Two female suicide bombers were killed by their own bombs in the northern Cameroonian town of Kolofata on Saturday. Two others were wounded in the blasts. The location (close to the Nigerian border) and the use of women as bombers both suggest that Boko Haram was responsible.



Leaders of what is about to be the newly autocephalous Ukrainian Orthodox Church met on Saturday to elect a new head: Metropolitan Epiphanius. He will now go to Istanbul next month to formally receive a grant of autonomy from the Ecumenical Patriarch of Constantinople. That will potentially remove all of Ukraine’s Orthodox churches out from under the control of the Moscow Patriarchate, though many Ukrainian churches are expected to remain in the Russian Orthodox Church and Ukrainian authorities insist, somewhat unconvincingly, that they have no plans to force the Russian Orthodox Church out of Ukraine.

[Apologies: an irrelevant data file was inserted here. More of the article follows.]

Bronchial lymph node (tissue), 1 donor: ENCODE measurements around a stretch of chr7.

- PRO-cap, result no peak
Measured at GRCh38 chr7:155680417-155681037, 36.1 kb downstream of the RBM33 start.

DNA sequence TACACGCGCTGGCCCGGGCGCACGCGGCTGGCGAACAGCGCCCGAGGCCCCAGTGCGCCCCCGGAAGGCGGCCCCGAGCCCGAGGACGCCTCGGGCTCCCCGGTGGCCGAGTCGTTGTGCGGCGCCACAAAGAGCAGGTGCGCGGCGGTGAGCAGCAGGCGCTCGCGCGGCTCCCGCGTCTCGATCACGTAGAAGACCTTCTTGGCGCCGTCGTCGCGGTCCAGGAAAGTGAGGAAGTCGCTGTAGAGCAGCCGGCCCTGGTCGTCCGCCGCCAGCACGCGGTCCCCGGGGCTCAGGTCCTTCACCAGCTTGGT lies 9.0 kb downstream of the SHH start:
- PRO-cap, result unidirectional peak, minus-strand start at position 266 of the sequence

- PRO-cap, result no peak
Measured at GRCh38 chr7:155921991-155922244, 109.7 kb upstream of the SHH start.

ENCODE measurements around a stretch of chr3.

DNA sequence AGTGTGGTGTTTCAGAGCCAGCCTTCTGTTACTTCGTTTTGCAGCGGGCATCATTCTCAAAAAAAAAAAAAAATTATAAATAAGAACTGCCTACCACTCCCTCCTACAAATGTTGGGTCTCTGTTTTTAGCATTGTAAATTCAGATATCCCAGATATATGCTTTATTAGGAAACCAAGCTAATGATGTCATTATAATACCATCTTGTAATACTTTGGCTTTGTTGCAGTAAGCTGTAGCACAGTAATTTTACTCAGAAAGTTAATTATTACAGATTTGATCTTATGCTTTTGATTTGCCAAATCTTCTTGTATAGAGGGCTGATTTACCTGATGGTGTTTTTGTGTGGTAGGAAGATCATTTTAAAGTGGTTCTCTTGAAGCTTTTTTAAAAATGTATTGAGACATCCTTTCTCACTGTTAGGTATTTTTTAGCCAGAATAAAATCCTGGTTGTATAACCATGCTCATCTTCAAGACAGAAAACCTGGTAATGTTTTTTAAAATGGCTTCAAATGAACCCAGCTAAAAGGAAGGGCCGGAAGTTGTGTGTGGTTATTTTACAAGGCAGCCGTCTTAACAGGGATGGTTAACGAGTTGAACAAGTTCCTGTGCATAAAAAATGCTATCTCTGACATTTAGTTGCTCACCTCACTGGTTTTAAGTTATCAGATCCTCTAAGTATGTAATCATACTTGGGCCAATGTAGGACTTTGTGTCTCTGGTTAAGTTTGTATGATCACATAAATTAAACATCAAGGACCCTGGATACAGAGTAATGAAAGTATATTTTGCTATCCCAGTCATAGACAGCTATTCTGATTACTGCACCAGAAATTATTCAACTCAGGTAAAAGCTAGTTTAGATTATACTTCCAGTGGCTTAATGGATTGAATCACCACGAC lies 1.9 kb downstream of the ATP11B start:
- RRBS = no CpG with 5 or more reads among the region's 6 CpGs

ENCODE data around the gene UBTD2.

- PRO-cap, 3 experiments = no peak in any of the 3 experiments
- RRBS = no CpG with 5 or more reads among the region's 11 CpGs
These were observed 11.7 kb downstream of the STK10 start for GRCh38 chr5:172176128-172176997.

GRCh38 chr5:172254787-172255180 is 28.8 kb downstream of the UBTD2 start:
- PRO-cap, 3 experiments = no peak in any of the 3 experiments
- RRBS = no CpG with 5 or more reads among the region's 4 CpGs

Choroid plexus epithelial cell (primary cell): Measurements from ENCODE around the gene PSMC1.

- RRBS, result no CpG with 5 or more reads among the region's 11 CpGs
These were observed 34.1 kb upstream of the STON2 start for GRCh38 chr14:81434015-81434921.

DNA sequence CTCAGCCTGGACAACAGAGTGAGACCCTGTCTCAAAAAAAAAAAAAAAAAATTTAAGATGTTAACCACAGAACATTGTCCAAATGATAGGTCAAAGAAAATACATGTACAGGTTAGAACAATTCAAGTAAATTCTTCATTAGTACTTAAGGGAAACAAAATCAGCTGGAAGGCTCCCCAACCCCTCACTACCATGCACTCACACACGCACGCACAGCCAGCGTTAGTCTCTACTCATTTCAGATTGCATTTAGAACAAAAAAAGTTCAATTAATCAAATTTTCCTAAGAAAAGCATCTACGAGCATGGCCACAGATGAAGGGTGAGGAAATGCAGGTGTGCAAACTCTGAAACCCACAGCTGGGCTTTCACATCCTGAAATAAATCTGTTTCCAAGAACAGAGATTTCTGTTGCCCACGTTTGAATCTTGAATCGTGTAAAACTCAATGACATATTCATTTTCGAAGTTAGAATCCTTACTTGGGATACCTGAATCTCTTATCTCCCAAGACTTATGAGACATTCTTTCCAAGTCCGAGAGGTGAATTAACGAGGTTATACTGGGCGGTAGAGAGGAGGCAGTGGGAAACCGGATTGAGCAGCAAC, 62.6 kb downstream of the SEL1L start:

The Kosovar parliament voted on Saturday to send a delegation to Serbia for talks to try to ease the tensions between Belgrade and Pristina. Both countries are pursuing membership in the European Union, but neither will get in unless they settle their longstanding beef. The timing may be ill-advised, since the Serbs are still likely to be seeing red after Kosovo’s legislature voted to turn its national defense force into an army on Friday.


Some 10,000 people protested again in Budapest on Sunday against Hungary’s new so-called “slave labor law” that allows employers to demand up to 400 hours of overtime out of their workers each year and defer paying for it for up to three years. It’s the fourth straight day of protests since the law was passed. The Hungarian government says the protests are being orchestrated by George Soros, because of course it does.


As expected, this week’s iteration of the “yellow vests” protest was smaller and more subdued than in past weeks. The concessions that Emmanuel Macron announced on Monday seem to have placated many protesters, and Tuesday’s terrorist attack in Strasbourg, whose death toll now stands at five, seems to have reduced people’s interest in protesting.


Labour Party leaders say they intend to try to force a vote on Theresa May’s Brexit plan before Christmas. That should be fun.